only 5% of Italians are satisfied with their smile

On the occasion of World Oral Health Day, Sunstar offers the 2021 Global Healthy Thinking Report, the first global observatory on oral health, which detects and analyzes the habits, concerns and desires of 15,000 respondents around the world on the question. comparing 15 countries, including Italy.

The results of the analysis offer a comprehensive and detailed overview of oral health: from which countries are the best in terms of dental care and the most satisfied with their smile, to those with the worst oral hygiene habits. dental, what are the most common problems among dentists, also focusing on the countries that have suffered the worst impact on oral health during the pandemic, which has played a decisive role on oral health: the Argentinians missed the most dental appointments (44%) compared to 12% of Japanese, the lowest figure in the world. Americans, on the other hand, reported feeling more tooth sensitivity during the pandemic (25%). Indonesians rank first, with 48%, for choosing to brush their teeth more regularly, followed by China with 38% of respondents.

Along with Spain, Italy is the European country least satisfied with a smile, with only 5% of respondents saying they are satisfied. 47%, in fact, would choose teeth whitening rather than other cosmetic treatments to improve their situation.

In Europe, Italy is the second, after the Netherlands, to have its own teeth without fillings or implants. Moreover, in our country, only 6% of respondents grind their teeth, compared to 32% who report a high level of inflammation of the gums. Regarding bad habits, Italy has 24% of smokers and 22% of people who drink coffee, tea or other drinks that can stain their teeth, while 21% say they eat sweets or very sweet foods.

Instead, if we want to take a broader and more global look at the oral hygiene situation and habits around the world, it turns out that the worst for oral health problems are the Thais. , only 1 in 10 don’t have one and only 5% are satisfied with your smile. The UK, on ​​the other hand, takes the top spot, with 40% of respondents saying they have no problems with their teeth and are completely satisfied with them. A series of clues also emerge: among the worst habits that the interviewees would like to give up in order to improve their oral hygiene habits, we find smoking (Germany and Spain are ranked equally, 27% identify it as among the worst and harmful to their dental health). 22% of Italians, Indonesians and Brazilians report having the consumption of coffee, tea and other drinks that stain their teeth as a bad habit, while China ranks first for the consumption of sweets, with 31%.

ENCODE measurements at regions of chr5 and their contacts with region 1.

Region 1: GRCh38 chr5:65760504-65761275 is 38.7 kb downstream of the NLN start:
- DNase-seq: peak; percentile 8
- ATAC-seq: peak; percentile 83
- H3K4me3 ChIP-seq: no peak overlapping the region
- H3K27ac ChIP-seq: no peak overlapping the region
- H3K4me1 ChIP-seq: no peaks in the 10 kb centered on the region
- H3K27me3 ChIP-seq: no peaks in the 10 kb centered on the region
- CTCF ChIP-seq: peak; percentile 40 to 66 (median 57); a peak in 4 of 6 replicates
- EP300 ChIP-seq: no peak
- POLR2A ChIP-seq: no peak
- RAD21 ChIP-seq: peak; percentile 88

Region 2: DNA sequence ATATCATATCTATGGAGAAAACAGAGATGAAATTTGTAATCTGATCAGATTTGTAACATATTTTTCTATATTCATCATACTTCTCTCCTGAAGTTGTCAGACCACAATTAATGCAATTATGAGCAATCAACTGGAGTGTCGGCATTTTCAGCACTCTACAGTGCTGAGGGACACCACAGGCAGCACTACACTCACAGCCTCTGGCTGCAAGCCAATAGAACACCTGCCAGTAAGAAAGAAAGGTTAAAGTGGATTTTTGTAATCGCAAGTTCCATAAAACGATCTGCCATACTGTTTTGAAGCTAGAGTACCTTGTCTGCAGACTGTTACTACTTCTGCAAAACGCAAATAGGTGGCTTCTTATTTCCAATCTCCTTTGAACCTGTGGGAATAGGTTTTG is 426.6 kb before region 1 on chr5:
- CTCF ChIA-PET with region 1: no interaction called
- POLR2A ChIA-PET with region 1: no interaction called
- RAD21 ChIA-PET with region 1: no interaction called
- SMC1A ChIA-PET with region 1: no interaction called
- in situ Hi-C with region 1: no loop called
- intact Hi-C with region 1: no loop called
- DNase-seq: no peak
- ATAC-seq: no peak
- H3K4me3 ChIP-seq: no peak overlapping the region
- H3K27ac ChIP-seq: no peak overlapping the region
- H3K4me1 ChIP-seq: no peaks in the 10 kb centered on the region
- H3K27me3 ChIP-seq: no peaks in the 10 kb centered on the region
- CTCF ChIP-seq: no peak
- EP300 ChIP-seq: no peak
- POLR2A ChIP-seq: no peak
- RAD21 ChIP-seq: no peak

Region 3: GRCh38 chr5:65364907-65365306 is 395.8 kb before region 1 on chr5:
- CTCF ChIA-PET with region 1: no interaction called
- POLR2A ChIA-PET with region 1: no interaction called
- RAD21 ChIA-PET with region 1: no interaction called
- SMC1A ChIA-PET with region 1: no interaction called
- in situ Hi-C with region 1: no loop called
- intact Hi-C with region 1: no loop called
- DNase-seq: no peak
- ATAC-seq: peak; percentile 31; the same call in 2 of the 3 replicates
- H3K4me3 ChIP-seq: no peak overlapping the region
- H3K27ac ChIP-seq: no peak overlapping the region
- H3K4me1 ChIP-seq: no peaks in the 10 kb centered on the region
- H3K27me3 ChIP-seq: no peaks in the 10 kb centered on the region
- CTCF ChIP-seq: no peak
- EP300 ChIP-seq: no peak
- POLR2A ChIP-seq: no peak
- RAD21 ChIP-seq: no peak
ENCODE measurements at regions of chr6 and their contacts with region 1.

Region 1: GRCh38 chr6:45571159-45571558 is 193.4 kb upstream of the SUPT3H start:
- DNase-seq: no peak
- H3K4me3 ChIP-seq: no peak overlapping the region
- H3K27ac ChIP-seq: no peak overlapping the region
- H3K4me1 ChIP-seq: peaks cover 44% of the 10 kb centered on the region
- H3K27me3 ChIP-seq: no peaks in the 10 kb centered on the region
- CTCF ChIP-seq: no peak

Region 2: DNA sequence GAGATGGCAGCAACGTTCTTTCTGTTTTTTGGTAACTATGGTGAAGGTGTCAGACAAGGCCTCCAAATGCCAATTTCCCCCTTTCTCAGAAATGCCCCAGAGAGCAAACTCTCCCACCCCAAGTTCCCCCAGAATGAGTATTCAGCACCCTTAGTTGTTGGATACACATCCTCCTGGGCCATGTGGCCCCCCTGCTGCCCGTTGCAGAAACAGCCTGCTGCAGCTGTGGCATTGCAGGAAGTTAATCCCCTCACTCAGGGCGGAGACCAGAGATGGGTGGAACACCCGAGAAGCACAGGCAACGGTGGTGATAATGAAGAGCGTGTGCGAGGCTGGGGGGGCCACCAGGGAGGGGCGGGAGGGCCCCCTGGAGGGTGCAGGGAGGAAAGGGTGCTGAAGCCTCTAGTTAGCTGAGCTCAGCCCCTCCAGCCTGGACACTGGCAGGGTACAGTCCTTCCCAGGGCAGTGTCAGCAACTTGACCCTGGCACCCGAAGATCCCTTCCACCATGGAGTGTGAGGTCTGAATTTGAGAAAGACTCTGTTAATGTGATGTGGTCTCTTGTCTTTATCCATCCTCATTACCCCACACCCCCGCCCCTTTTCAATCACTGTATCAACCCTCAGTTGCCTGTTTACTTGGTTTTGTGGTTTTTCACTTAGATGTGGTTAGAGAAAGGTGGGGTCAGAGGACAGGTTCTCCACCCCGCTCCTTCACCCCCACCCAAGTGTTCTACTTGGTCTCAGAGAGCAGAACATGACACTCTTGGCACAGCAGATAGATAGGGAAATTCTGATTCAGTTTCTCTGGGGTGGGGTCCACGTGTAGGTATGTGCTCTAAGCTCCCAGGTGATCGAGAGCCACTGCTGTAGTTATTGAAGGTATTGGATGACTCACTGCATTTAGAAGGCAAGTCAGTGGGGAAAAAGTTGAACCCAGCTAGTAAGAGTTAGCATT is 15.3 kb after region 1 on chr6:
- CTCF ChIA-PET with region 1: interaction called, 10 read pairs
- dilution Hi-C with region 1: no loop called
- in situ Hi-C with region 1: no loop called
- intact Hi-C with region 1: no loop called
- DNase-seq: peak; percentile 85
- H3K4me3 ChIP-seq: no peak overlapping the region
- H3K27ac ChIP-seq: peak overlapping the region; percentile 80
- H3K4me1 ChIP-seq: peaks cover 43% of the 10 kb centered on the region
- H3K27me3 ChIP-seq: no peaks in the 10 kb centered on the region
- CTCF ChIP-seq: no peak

The least attentive to a good toothbrushing routine are Indonesians, 45% say they don’t care about the habit, while Brazil ranks second with 40%. 33% of Italians, Argentines and Brits say they never forget to brush their teeth.

Instead, the best in interdental cleaning were the Chinese (21%), followed by Italy (20%) and Spain (18%). Indonesia is at the bottom of the ranking, with only 7% of users of interdental cleaning tools (brush or dental floss).

Finally, the Dutch are the most satisfied with their smile: 18% declare that they do not want any cosmetic treatment to improve it. While only 5% of Thais, Spaniards, Italians and Brazilians said they would not choose a cosmetic treatment for their smile.

“We are proud to have conducted this survey, which is the largest observatory of its kind to deepen our knowledge of consumer oral health. Positive results include the number of people around the world who keep their mouths healthy and clean by brushing their teeth twice a day with fluoride toothpaste and brushing their tongues. However, it seems that globally there is less awareness of the connection between the mouth and the rest of the body and the impact of oral health on overall well-being, or how certain habits such as smoking can negatively affect oral health. There seems to be a need to better understand this link,” he comments. Martijn Verhulst by Sunstar.

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